A real-time fiction

A real-time fiction

Boston Brahmin’s Widow
Keron Bhattacharya
Jay Publishers
2015, pp 170, Rs 295

A book filled with observations on human follies and foibles is what struck me on reading Keron Bhattacharya’s Boston Brahmin’s Widow. Bhattacharya is adept at making keen estimation of the various characters who give the novel a life-like quality. Narrated by Kobi, a Bengali writer settled in England, the story intertwines the political situation in West Bengal with the narrator’s personal life, in and out of relationships. Set in England and parts of West Bengal, the book captures the narrator’s journey of life amidst various ups and downs.

The story continuously moves from the present to the past as Kobi recollects his bygone days, the women in his life, his friendships, and life in Kolkata and London. As an observer, Kobi is quite objective — if he comments scathingly on the immorality of his friend, Jon, or that of women like Monami and Jhinook, he does not cut short his own stories of sexual adventures. Each character in the book comes alive with Kobi’s interpretation and commentary of their lifestyle.

Bhattacharya’s book relies heavily on human equations, and the narrator with his connection to the other characters provides the readers with glimpses of the realistic world of relationships. Kobi’s narration takes us through the vast realm of men-women relations, some sanctioned by the society, some not. Kobi’s marriage to Alison, an English woman, draws much contempt of his family circle in Kolkata and eventually leads to a divorce. The great love and spark in their relationship fade away under the weight of the friction between the East and the West. Similarly, Jon and Joba’s marriage also goes through several ups and downs, causing Joba to leave the country on the pretext of career growth.

In most of the cases, tensions in marriages are connected to extra-marital relationships. Notwithstanding his political status, Jon continues his sexual flings, leaving his wife no other choice than to leave the scene. Kobi takes us through the tumultuous relationship of another couple, Ajit and Jhinook — albeit in a humorous vein — of Jhinook’s amorous relationships and Ajit’s helplessness. Bhattacharya deals with pre-marital relationships in similar realistic manner. Kobi’s live-in relationship with Alison prior to their marriage and before that with Christiina is disapproved by the society. Bhattacharya portrays an England of the past when live-in relationships and pre-marital sex were frowned upon.

Boston Brahmin’s Widow is remarkable in its portrayal of realistic characters, more so of the women. In his delineation of the Indian as well as the English women, Bhattacharya has been able to create real life characters with their follies and foibles. Kobi’s initial comment on Monami as “pretty in a film-star sense whose make-up is louder than her beauty” or that of the flirtatious Jhinook sets the stage for the readers to make an impression of these women. Kobi’s nostalgic memory of Alison and Christina and his relationships with these two women also bring out the various facets of their characters — both rebellious and ahead of their times. However, Kobi reserves his utmost appreciation for Joba, his friend’s widow, whom he admires and loves, and longs to share the remaining days of his life with.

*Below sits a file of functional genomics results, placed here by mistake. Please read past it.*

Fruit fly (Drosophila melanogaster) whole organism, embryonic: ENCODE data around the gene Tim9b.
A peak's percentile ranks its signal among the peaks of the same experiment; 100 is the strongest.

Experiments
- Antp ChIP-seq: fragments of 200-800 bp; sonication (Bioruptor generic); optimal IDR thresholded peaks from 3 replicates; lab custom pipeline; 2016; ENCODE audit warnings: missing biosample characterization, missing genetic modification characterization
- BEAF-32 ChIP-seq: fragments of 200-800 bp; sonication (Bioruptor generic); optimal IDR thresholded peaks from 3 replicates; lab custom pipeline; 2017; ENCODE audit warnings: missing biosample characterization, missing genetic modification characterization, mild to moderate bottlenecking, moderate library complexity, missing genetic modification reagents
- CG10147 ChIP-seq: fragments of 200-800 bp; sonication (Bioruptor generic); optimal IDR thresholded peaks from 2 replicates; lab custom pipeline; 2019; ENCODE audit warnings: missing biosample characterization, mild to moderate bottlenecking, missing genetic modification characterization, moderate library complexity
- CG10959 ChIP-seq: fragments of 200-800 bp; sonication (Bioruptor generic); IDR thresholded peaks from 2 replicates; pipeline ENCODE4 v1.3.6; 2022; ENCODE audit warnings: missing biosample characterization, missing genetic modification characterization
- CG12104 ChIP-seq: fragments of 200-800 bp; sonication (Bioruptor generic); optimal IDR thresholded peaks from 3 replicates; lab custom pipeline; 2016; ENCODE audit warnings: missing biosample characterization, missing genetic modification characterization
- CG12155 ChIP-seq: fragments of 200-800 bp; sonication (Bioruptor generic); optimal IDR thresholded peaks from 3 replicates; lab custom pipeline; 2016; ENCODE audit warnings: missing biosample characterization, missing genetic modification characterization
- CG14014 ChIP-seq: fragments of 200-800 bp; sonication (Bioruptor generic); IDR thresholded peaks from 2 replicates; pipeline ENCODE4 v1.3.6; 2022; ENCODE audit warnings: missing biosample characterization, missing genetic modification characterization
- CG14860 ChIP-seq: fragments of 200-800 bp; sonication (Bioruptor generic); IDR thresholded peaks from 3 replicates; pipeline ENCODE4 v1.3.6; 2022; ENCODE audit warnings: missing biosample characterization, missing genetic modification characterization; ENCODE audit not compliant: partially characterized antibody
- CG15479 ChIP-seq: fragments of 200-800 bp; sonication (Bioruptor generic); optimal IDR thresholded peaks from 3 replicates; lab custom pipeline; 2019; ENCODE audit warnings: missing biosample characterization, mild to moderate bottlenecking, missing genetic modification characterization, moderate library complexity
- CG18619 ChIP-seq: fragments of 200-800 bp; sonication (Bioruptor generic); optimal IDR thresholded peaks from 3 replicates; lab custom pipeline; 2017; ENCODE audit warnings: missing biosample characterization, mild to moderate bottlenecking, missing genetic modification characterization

Joba, however, has her differences of opinion in this matter. Bhattacharya’s book brings out the restrictions imposed by the society on individuals. Whether it is the bygone days in England where Kobi’s relationships underwent a turmoil due to restrictions by the society or the present day in Kolkata where Joba trying to keep up her ‘pure’ image of the widow of the deputy chief minister intact, avoids any possibility of a relationship with Kobi, the story remains the same.

Bhattacharya has also offered his readers his views on caste, racial, and religious differences in marriage. Kobi’s marriage to Alison is not well-accepted by his parents, although they are not openly hostile. However, for Alison’s parents, their supposed superiority in race stands as a major block in accepting Kobi as a prospective son-in-law. Kobi’s anecdotes bring to light several other similar cases — that of Jon’s parents whose marriage was not accepted and ultimately broke due to their racial differences; the shock of Ajit’s family at his marrying the non-Brahmin, Jhinook, and so on.

Interwoven with Kobi’s narration of his relationships and the stories of people known to him, is the political situation of West Bengal. Bhattacharya has beautifully juxtaposed his fiction with the reality of the political feud in West Bengal resulting out of Tata’s Nano project. Readers can place Kobi’s narration vis-à-vis Mamata Banerjee’s protests and fasting, and the assassination of the fictional DCM, and later his wife, go well with the realtime anxiety and political turmoil of the state.

Boston Brahmin’s Widow, with its lucid style, contemporary issues, and interesting narration, goes well with the readers and may trigger in some the interest to look up Bhattacharya’s other fiction and non-fiction works, if not familiar with.





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